Late last month, the Washington men’s soccer team was halfway through its preseason tour of Scandinavia when it journeyed about 60 miles south of Stockholm to face a lower division Swedish side in a friendly. The Huskies had a small world moment when they got to the stadium; the team they played included recently graduated Marquette midfielder Bryan Ciesiulka.
Before the game, Ciesiulka did his best to warn his teammates that the Huskies were talented.
“They were all like, ‘Nah, we don’t think so,’” said sophomore midfielder Cristian Roldan. “You just want to make them believe that Americans can play too.”
That wasn’t the trip’s only directive, but the Huskies certainly accomplished that feat in spades. They went 4-1 on the trip, including a 3-0 win over that group of Nykoping reserves that included Ciesiulka. The five matches ran the gamut between a laughably easy win over a small club that didn’t push out its first team, and a game in a pro stadium against a first team side coached by Swedish legend Henrik Larsson.
“Individually and collectively, it’s a learning experience,” said Clark, who took the idea from a similar trip he joined with Notre Dame four years ago. “We have short preseasons, so hopefully we worked out some kinks and learned some things, because you couldn’t play like we did in the first game and drop an opening game of the season, so you realize how quickly you’ve got to get going.”
The team flew into Copenhagen in late June and set up a five-day camp in Trelleborg, a town just south of Malmo, before losing 2-1 to the FC Rosengard reserves in Malmo in the team’s poorest performance of the trip. It only got better. Washington followed that with a 10-3 rout with its second unit over a lower division side, which Clark called “a ridiculous game.” But that preceded Washington’s best game of the trip, a 2-1 win over a Falkenberg first team presided over by Larsson.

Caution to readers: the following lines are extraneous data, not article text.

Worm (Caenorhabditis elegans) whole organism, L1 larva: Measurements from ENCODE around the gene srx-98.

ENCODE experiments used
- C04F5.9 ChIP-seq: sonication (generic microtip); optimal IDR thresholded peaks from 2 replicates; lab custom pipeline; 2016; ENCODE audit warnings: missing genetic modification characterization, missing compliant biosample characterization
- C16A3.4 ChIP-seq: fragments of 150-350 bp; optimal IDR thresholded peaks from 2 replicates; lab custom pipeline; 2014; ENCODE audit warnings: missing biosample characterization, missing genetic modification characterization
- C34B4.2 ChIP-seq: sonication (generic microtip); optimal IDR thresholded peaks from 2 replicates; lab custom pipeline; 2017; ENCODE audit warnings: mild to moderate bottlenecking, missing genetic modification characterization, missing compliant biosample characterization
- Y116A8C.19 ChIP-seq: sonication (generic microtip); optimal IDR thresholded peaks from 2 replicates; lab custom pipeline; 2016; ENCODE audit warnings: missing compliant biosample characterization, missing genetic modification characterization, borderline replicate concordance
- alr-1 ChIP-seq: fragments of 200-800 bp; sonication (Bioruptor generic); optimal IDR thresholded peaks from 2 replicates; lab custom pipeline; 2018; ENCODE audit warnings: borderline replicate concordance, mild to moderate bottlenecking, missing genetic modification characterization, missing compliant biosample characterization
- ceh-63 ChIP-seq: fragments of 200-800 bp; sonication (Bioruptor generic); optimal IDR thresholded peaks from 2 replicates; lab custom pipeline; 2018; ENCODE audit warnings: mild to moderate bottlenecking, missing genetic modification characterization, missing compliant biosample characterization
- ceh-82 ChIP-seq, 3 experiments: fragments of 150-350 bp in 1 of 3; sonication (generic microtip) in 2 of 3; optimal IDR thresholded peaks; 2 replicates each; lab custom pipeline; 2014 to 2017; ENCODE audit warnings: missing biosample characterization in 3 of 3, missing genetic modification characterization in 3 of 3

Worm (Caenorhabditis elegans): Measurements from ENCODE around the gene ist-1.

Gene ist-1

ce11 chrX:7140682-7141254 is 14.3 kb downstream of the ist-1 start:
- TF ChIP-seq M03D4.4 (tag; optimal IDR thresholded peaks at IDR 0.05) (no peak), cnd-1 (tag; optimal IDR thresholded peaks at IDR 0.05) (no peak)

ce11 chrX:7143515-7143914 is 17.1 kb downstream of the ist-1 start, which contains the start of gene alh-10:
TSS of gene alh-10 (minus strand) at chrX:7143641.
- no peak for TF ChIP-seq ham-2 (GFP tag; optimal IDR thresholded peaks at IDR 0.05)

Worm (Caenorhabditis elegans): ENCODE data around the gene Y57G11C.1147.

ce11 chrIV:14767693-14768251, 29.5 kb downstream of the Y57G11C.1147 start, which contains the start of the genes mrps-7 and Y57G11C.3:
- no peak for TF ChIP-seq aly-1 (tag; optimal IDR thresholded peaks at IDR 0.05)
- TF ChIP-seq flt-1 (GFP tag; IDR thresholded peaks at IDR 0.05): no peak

“It was the exact game we were hoping for,” Clark said. “They opened the stands. It had a little bit of an atmosphere to it.”
The Huskies rounded out the trip with a stint in Stockholm, where they beat Ciesiulka’s Nykoping side before finishing with a 2-1 win over a Bromma U19 team that won the U19 non-Super Group championship at the Dallas Cup in 2013 and competed again this year.
There was some good and bad about the trip, but Clark thought it was ample preparation for a coming season of promise.
The Huskies figure to be a team to fear this fall. Among others, Roldan returns as arguably the nation’s most dangerous midfielder, Darwin Jones should continue terrorizing back lines up top and top keeper Spencer Richey is back to full strength after breaking his leg in the fifth game of last season. In the offseason, Roldan turned down a Generation adidas contract, Jones rebuffed a Sounders Homegrown offer and Richey was forced to turn away an invite to the MLS Combine. With a talented cast around them, the Huskies boast three players who could have well been professionals already.
In three seasons at the rudder, Clark’s guided Washington to a 42-11-9 mark, including their first Pac-12 title in history last season and a second overall seed in the NCAA tournament. While they’ll have to overcome hurdles in their own conference to repeat, namely UCLA and Hermann Trophy frontrunner Leo Stolz, it’s hardly a stretch to call the Huskies national title contenders in 2014.
With that in mind, the team hopes its trip to Scandinavia was only the beginning of a long, fruitful campaign this fall.
“As a team, you want to grow together,” Roldan said. “The more you play together, it just helps. You want to find out tendencies that you wouldn’t find out until the season with some of your players. I thought this European trip was good for that. I thought towards the end we started playing a lot better than in the beginning, and I think that shows.”